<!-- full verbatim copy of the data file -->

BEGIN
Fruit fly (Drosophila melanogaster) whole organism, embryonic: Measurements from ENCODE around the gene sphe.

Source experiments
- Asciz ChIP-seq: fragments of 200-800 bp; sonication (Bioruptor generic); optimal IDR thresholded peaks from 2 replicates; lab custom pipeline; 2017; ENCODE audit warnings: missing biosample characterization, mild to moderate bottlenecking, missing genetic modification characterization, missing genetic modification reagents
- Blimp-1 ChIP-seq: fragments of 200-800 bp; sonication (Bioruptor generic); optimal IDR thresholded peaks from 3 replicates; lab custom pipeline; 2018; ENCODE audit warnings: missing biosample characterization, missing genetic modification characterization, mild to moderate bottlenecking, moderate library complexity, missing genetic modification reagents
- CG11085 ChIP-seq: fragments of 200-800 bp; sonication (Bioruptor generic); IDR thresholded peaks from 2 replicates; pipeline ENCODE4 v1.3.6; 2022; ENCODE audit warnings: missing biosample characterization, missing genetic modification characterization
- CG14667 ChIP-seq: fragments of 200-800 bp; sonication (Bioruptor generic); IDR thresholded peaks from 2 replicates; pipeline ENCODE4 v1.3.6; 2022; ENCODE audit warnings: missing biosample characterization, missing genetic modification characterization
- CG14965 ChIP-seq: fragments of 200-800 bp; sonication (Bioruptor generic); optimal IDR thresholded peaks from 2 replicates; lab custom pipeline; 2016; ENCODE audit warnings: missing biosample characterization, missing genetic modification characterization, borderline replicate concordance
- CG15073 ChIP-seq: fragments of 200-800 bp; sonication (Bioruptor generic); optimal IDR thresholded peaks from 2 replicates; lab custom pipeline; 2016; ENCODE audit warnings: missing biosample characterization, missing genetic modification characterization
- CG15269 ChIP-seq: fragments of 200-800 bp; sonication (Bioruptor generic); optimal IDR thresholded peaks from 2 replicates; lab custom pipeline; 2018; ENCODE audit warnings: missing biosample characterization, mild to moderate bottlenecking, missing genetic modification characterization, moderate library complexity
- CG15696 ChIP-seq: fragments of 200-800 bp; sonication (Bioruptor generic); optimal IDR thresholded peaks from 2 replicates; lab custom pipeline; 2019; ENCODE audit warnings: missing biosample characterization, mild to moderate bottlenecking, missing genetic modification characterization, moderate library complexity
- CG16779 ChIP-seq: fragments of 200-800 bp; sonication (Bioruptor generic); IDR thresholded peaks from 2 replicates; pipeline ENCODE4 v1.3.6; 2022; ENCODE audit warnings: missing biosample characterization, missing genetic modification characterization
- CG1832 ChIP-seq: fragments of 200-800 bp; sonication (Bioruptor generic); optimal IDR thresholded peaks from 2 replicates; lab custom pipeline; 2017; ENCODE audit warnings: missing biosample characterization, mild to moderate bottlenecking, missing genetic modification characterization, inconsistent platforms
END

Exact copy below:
Fruit fly (Drosophila melanogaster) whole organism, embryonic: Measurements from ENCODE around the gene sphe.

Source experiments
- Asciz ChIP-seq: fragments of 200-800 bp; sonication (Bioruptor generic); optimal IDR thresholded peaks from 2 replicates; lab custom pipeline; 2017; ENCODE audit warnings: missing biosample characterization, mild to moderate bottlenecking, missing genetic modification characterization, missing genetic modification reagents
- Blimp-1 ChIP-seq: fragments of 200-800 bp; sonication (Bioruptor generic); optimal IDR thresholded peaks from 3 replicates; lab custom pipeline; 2018; ENCODE audit warnings: missing biosample characterization, missing genetic modification characterization, mild to moderate bottlenecking, moderate library complexity, missing genetic modification reagents
- CG11085 ChIP-seq: fragments of 200-800 bp; sonication (Bioruptor generic); IDR thresholded peaks from 2 replicates; pipeline ENCODE4 v1.3.6; 2022; ENCODE audit warnings: missing biosample characterization, missing genetic modification characterization
- CG14667 ChIP-seq: fragments of 200-800 bp; sonication (Bioruptor generic); IDR thresholded peaks from 2 replicates; pipeline ENCODE4 v1.3.6; 2022; ENCODE audit warnings: missing biosample characterization, missing genetic modification characterization
- CG14965 ChIP-seq: fragments of 200-800 bp; sonication (Bioruptor generic); optimal IDR thresholded peaks from 2 replicates; lab custom pipeline; 2016; ENCODE audit warnings: missing biosample characterization, missing genetic modification characterization, borderline replicate concordance
- CG15073 ChIP-seq: fragments of 200-800 bp; sonication (Bioruptor generic); optimal IDR thresholded peaks from 2 replicates; lab custom pipeline; 2016; ENCODE audit warnings: missing biosample characterization, missing genetic modification characterization
- CG15269 ChIP-seq: fragments of 200-800 bp; sonication (Bioruptor generic); optimal IDR thresholded peaks from 2 replicates; lab custom pipeline; 2018; ENCODE audit warnings: missing biosample characterization, mild to moderate bottlenecking, missing genetic modification characterization, moderate library complexity
- CG15696 ChIP-seq: fragments of 200-800 bp; sonication (Bioruptor generic); optimal IDR thresholded peaks from 2 replicates; lab custom pipeline; 2019; ENCODE audit warnings: missing biosample characterization, mild to moderate bottlenecking, missing genetic modification characterization, moderate library complexity
- CG16779 ChIP-seq: fragments of 200-800 bp; sonication (Bioruptor generic); IDR thresholded peaks from 2 replicates; pipeline ENCODE4 v1.3.6; 2022; ENCODE audit warnings: missing biosample characterization, missing genetic modification characterization
- CG1832 ChIP-seq: fragments of 200-800 bp; sonication (Bioruptor generic); optimal IDR thresholded peaks from 2 replicates; lab custom pipeline; 2017; ENCODE audit warnings: missing biosample characterization, mild to moderate bottlenecking, missing genetic modification characterization, inconsistent platforms